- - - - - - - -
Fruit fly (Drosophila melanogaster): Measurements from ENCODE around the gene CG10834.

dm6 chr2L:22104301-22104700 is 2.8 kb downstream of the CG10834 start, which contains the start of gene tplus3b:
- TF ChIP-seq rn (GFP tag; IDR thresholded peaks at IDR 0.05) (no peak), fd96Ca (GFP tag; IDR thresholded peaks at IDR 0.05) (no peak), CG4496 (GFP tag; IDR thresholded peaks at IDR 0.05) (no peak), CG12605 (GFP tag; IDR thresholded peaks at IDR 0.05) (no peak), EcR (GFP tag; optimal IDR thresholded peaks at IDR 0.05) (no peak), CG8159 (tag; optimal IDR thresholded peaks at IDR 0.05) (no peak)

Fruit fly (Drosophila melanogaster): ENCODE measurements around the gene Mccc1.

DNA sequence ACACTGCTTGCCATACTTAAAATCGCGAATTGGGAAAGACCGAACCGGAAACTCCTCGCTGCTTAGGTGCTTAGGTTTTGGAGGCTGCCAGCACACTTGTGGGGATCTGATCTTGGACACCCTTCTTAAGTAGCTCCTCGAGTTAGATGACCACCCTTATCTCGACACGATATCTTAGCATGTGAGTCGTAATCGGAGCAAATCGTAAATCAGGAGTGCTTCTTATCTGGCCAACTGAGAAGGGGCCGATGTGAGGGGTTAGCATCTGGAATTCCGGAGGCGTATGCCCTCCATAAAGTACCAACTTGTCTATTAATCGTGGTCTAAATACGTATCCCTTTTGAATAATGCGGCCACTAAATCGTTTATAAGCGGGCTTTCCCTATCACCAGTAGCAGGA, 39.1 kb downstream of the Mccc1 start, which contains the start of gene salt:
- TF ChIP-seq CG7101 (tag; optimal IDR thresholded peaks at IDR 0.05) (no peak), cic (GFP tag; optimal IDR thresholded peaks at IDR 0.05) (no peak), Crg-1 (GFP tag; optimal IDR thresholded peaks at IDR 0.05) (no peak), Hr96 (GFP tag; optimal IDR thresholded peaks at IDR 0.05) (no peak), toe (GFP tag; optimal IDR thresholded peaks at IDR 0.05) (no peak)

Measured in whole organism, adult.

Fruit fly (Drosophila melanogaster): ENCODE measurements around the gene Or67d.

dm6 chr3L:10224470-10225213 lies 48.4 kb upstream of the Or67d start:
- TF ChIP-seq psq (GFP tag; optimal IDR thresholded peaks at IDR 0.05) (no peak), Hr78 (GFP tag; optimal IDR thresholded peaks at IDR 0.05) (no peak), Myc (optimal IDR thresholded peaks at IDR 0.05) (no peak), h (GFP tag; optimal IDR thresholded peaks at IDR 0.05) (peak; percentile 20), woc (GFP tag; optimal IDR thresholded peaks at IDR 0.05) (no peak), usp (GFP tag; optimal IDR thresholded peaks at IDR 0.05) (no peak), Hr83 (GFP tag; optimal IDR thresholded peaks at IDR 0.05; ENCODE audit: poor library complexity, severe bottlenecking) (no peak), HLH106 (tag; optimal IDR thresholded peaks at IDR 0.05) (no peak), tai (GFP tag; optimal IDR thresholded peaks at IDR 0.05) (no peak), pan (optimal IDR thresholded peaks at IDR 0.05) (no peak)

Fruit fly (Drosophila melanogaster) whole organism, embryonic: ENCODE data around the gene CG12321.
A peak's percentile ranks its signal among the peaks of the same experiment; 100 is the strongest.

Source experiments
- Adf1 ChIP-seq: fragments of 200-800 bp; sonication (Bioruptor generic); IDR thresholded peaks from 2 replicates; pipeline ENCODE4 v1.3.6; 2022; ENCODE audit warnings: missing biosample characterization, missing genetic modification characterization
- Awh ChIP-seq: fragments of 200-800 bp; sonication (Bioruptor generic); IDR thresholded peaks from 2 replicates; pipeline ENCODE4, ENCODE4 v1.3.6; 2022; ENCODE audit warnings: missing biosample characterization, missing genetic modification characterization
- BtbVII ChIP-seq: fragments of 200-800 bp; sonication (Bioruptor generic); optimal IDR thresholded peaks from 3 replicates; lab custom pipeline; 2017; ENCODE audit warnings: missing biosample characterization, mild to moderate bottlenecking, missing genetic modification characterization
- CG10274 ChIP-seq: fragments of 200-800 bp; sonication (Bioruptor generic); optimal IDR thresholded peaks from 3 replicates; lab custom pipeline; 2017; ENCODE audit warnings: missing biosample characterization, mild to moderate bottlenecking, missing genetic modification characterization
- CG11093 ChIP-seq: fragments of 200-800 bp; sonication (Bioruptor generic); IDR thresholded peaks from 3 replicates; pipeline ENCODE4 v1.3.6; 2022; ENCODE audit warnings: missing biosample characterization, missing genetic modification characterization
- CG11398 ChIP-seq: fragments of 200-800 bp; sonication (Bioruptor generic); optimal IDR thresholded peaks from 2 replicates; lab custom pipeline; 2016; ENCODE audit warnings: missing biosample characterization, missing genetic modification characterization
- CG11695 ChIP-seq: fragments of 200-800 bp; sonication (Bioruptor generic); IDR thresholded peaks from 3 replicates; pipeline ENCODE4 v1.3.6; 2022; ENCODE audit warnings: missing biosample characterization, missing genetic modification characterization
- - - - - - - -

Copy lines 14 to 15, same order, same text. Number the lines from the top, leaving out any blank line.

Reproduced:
- Adf1 ChIP-seq: fragments of 200-800 bp; sonication (Bioruptor generic); IDR thresholded peaks from 2 replicates; pipeline ENCODE4 v1.3.6; 2022; ENCODE audit warnings: missing biosample characterization, missing genetic modification characterization
- Awh ChIP-seq: fragments of 200-800 bp; sonication (Bioruptor generic); IDR thresholded peaks from 2 replicates; pipeline ENCODE4, ENCODE4 v1.3.6; 2022; ENCODE audit warnings: missing biosample characterization, missing genetic modification characterization